Traditionally, the concepts of gross negligence and wilful misconduct were thought to have no formal meaning under Irish law. "Wilful act" and "gross negligence" were considered by the Irish Supreme Court in ICDL GCC Foundation FZ–LLC v European Computer Driving Licence Foundation Ltd [2012] IESC 55, which confirmed that the meaning of the words depends on the context used, and how the particular contractual provision is interpreted.

It is usual for parties to seek to limit liability under both building contracts and design appointments and, when negotiating, it is common for some or all of the following limitations to be sought (although not necessarily agreed):

  • monetary cap on liability;
  • temporal cap on liability;
  • net contribution clause (in design appointment);
  • limitation to certain losses/remedies, eg, cost of replacement/repair; and
  • exclusion of indirect or consequential losses.

It is usual for the contractor and design consultants to provide an indemnity to the employer in respect of damage to third-party property, personal injury and death caused by the act or default of the contractor or relevant consultant. 

Depending on the individual building contract, a contractor may also provide an indemnity to the employer in respect of any loss or damage arising out of its breach of particular obligations relating to the environment, nuisance, disruption to existing services, anti-bribery and corruption.

Depending on the scope and complexity of the works, it is usual for an employer to seek a performance bond from an independent surety guaranteeing the performance of the contractor up to a certain value. The performance bond will usually decrease in value on practical completion and will expire completely on a particular date (usually linked to the defects liability period under the contract). Bonding at subcontractor level is also becoming more common on larger projects.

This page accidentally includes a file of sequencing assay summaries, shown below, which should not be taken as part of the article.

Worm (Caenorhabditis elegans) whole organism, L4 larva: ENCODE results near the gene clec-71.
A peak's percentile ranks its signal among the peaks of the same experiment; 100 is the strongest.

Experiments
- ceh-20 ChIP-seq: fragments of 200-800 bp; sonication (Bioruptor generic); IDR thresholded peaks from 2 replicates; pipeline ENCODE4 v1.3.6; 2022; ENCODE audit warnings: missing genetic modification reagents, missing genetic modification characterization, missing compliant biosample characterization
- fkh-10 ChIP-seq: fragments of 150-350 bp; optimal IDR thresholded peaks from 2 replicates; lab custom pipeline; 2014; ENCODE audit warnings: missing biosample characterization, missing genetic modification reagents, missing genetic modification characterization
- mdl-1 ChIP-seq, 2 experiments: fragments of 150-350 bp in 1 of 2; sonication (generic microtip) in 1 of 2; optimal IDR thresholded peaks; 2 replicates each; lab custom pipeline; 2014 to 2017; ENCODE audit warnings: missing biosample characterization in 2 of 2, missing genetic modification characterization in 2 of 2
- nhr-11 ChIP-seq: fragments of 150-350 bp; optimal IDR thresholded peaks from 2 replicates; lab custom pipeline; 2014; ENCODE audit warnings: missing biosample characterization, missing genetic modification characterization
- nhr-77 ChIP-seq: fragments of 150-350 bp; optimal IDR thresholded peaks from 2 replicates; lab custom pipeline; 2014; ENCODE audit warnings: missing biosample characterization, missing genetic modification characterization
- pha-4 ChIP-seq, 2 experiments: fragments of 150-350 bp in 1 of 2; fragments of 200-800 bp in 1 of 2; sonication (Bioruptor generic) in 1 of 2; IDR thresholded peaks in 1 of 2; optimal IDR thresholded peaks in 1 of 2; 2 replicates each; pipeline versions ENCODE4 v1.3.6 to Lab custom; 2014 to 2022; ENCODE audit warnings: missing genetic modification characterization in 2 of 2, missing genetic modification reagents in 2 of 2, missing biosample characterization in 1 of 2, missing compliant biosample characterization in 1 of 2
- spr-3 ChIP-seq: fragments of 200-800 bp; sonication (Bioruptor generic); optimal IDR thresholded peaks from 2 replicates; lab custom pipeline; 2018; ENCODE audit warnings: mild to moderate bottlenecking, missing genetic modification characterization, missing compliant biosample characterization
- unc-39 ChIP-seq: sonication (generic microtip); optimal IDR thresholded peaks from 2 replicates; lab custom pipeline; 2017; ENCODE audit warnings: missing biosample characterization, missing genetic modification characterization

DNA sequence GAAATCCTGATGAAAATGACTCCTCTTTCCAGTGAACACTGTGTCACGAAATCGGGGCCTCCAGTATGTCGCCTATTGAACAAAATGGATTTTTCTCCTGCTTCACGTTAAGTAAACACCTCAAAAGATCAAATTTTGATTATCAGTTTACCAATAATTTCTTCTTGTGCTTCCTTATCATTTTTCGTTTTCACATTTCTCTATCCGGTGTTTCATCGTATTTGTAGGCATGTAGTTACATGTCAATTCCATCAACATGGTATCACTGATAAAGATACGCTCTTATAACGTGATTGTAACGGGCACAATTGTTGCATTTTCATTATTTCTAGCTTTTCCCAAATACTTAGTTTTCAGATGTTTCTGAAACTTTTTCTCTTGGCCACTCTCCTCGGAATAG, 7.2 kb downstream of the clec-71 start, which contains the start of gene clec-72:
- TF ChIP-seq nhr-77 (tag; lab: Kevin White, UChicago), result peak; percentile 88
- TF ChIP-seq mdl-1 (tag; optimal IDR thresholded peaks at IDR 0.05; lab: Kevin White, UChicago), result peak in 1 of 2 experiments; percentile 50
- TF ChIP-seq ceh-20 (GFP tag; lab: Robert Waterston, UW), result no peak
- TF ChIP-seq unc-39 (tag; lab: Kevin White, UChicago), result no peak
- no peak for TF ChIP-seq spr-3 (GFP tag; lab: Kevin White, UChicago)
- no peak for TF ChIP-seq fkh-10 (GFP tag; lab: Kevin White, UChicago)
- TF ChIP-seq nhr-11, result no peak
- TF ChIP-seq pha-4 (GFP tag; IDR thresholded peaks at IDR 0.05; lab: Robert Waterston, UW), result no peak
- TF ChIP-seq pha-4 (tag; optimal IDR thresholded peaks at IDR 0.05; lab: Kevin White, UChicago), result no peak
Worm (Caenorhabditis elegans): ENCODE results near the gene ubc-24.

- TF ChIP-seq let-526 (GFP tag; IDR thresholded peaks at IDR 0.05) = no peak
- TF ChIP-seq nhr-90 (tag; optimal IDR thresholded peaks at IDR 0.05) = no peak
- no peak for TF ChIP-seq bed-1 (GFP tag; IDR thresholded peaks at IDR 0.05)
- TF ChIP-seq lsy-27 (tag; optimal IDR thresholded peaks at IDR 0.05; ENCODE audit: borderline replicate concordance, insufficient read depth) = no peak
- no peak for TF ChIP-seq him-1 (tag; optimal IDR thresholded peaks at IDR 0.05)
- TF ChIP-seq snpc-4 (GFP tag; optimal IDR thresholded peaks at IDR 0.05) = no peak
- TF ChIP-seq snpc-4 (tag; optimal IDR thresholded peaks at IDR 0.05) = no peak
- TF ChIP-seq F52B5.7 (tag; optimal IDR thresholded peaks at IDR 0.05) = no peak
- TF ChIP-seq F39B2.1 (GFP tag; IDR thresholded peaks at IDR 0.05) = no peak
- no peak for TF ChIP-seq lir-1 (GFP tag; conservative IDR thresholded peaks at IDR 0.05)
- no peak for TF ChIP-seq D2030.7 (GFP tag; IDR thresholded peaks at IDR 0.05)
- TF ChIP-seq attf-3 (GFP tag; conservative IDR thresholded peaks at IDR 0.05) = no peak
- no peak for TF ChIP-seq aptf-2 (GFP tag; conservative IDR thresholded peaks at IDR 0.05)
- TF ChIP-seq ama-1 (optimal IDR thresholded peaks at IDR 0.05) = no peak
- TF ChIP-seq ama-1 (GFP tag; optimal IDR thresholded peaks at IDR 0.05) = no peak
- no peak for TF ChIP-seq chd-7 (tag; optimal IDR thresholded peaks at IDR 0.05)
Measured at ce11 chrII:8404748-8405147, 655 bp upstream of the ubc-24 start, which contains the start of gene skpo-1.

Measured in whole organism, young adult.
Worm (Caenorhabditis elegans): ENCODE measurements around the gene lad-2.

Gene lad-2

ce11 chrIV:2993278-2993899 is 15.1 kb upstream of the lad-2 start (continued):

The employer may also seek a parent company guarantee from the contractor's parent but that is less common.

For the contractor's part, a parent company guarantee may be sought to protect payment, particularly when the employer entity is an SPV.

The following insurances are usual on Irish construction projects.

  • Construction All Risks insurance – provides cover in respect of the construction works.
  • Professional indemnity insurance – provides cover in respect of professional negligence and is usually required in respect of any party carrying out design work.
  • Public liability insurance – provides cover against liability for death or personal injury to third parties (ie, other than the contractor’s own personnel) and third-party physical property damage.
  • Employer’s liability insurance – also referred to as workers' compensation in some jurisdictions, this covers liability for injury to or illness in the contractor’s employees arising out of their employment.
  • Latent defects/structural defects – latent defects insurance is becoming increasingly popular for large-scale developments, while structural defects cover is typically put in place in respect of houses.

Depending on the nature of the project, other insurances may also come into play. 

It is usual for insolvency to trigger a right to terminate the construction contract for the non-insolvent parties. The entitlements upon such termination will vary depending on the individual project.

Risk sharing is dependent on the building contract itself and where particular risks carry a delay and cost risk, one party may agree to take the time risk while the other party takes the cost risk (ie, the contractor will be entitled to an extension of time but not any damages for such delay). The parties are free to agree to share certain risks and COVID-19 has seen many parties opt to share the risk of COVID-19-related events.

Foreman or Site Manager

Construction contracts vary according to the nature and extent of specific personnel required for the project. It is standard, however, for a contractor's representative (also called a foreman or site manager) to be identified. This representative will be present on site and authorised to supervise the works and receive instructions given by the employer.

Safety Officer

Construction contracts in Ireland also commonly identify a safety officer with responsibility for health and safety on site. In the wake of COVID-19, this safety officer or another separately identified person may also be responsible for monitoring compliance with COVID-19 requirements on site.

PSCS and PSDP

Separate to any contractual requirements, the Safety, Health and Welfare at Work (Construction) Regulations 2013 require the appointment of a project supervisor for the construction stage (PSCS) and a project supervisor for the design process (PSDP) where a construction project meets certain criteria. The contractor is often, but not always, appointed as PSCS.

There is no general restriction on subcontracting in Ireland. Each particular building contract will regulate the extent of subcontracting allowed and/or the level of consent required. For design appointments, the ability to engage subconsultants will usually require consent.